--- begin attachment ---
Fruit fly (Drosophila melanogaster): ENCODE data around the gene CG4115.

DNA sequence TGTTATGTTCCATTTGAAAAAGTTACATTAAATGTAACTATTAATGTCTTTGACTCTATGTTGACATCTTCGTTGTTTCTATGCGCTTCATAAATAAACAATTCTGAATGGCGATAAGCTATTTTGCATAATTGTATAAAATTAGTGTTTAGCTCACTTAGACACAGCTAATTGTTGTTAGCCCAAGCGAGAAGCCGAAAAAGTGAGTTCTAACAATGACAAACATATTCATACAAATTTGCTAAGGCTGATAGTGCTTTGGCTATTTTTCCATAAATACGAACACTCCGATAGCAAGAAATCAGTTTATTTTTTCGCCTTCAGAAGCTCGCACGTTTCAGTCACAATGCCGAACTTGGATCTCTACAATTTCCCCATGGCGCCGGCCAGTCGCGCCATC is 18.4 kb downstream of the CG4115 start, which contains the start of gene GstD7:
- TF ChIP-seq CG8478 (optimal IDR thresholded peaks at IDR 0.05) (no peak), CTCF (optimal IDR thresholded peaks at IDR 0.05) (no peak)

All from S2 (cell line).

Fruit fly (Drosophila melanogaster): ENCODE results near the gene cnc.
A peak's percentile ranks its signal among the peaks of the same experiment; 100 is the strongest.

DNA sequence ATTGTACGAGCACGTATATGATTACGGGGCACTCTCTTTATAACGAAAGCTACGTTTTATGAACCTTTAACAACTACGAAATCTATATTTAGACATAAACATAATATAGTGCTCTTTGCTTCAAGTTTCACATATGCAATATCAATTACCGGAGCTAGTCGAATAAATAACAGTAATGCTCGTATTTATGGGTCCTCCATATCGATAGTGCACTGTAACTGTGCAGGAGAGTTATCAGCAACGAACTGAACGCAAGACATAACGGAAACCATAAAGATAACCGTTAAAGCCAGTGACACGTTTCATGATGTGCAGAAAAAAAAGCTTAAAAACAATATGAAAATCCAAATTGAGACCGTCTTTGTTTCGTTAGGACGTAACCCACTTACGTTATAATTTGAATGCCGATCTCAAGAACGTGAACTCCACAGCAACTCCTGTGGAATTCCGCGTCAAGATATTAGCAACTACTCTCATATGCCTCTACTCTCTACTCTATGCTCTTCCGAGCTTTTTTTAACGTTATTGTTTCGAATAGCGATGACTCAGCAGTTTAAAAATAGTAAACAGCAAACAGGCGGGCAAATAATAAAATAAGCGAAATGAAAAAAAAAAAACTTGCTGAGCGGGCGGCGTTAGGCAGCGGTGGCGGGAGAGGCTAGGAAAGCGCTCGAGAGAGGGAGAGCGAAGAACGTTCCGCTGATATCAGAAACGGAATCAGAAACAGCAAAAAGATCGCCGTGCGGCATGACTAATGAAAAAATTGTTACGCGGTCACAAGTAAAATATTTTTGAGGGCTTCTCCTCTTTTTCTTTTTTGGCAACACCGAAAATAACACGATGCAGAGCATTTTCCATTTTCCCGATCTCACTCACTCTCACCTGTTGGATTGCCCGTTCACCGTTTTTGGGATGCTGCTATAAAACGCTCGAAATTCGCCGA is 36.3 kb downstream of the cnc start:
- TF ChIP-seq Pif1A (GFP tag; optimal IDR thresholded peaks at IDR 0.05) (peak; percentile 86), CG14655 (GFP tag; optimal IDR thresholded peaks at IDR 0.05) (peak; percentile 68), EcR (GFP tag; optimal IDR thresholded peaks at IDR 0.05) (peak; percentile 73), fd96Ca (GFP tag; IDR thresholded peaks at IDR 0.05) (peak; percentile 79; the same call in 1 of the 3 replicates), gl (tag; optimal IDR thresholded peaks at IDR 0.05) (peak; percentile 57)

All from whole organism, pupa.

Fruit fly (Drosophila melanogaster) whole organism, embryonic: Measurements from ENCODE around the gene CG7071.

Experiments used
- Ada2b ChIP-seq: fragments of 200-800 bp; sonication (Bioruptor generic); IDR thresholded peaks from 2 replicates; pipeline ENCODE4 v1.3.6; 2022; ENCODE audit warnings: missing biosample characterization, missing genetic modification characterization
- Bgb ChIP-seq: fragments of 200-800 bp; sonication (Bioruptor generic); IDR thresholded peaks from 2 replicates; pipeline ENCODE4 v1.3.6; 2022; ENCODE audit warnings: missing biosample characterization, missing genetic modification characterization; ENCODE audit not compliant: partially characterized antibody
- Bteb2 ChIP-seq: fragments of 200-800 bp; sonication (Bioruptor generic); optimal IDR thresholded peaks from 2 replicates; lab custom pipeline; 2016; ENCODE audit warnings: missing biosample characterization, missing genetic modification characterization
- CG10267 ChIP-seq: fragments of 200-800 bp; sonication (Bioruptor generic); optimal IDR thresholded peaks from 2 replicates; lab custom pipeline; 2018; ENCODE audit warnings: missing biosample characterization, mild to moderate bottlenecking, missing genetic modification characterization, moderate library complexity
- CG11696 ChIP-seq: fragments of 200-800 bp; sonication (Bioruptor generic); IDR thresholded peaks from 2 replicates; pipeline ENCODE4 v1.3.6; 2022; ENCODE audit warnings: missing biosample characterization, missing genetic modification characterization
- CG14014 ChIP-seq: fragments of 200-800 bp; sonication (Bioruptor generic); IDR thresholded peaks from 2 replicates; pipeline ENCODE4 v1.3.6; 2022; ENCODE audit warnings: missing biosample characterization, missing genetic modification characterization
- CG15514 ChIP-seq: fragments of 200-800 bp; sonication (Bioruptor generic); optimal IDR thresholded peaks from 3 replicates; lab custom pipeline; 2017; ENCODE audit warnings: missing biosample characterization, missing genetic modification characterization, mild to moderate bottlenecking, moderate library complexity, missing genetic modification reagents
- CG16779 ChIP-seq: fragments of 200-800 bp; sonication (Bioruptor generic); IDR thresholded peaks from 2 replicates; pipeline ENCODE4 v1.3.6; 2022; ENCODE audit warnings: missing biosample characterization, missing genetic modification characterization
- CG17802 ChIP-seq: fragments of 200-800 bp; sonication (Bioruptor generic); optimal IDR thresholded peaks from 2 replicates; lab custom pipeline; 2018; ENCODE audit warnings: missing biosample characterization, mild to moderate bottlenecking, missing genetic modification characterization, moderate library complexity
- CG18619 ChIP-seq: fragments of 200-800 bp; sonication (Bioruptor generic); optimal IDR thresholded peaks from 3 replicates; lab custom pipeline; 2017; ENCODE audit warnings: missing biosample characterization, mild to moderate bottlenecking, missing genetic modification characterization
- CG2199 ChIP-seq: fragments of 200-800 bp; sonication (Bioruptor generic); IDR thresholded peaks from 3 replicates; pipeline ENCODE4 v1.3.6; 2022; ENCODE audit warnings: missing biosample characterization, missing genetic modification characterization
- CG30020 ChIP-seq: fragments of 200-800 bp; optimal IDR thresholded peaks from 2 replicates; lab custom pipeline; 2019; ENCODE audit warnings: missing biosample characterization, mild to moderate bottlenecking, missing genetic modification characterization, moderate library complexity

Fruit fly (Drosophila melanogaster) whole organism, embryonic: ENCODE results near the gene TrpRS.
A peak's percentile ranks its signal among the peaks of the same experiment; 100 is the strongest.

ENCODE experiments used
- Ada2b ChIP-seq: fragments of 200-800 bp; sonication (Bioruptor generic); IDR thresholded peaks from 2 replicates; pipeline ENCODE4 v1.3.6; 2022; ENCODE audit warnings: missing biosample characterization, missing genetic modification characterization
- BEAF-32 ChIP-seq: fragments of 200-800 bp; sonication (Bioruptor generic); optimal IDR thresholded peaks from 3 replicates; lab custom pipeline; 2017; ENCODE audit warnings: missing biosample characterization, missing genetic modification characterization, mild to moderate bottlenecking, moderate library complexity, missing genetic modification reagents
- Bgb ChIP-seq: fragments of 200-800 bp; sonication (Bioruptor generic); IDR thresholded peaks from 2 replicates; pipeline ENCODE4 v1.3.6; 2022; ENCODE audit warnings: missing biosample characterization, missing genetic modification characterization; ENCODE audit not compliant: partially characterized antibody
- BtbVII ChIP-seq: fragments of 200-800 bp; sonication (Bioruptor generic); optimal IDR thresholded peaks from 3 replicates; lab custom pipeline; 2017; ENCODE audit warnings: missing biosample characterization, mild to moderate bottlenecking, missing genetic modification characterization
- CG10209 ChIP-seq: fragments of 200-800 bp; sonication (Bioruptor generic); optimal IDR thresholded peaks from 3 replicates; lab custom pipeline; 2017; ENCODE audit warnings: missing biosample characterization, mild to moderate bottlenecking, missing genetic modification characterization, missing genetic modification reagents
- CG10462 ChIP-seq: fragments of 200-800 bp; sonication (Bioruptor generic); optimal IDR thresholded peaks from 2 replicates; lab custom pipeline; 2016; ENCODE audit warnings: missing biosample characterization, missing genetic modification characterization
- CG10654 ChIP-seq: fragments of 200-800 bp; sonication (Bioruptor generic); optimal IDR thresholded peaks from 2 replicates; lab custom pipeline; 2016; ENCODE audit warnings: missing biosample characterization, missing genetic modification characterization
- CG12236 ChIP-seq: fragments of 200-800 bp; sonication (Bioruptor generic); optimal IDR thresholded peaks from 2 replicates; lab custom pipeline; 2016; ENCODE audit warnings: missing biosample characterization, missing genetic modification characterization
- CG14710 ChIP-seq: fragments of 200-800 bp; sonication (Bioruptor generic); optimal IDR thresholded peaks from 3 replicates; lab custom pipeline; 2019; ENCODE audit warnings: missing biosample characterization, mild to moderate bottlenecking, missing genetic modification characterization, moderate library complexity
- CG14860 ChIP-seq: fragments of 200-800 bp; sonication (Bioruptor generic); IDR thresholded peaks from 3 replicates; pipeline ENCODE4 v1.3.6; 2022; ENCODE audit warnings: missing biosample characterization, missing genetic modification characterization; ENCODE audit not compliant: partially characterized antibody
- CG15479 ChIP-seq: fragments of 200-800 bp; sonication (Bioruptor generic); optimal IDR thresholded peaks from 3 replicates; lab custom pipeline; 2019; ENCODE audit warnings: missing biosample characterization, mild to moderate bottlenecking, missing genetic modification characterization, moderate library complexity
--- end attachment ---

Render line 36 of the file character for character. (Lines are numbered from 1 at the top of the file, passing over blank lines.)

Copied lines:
- CG14860 ChIP-seq: fragments of 200-800 bp; sonication (Bioruptor generic); IDR thresholded peaks from 3 replicates; pipeline ENCODE4 v1.3.6; 2022; ENCODE audit warnings: missing biosample characterization, missing genetic modification characterization; ENCODE audit not compliant: partially characterized antibody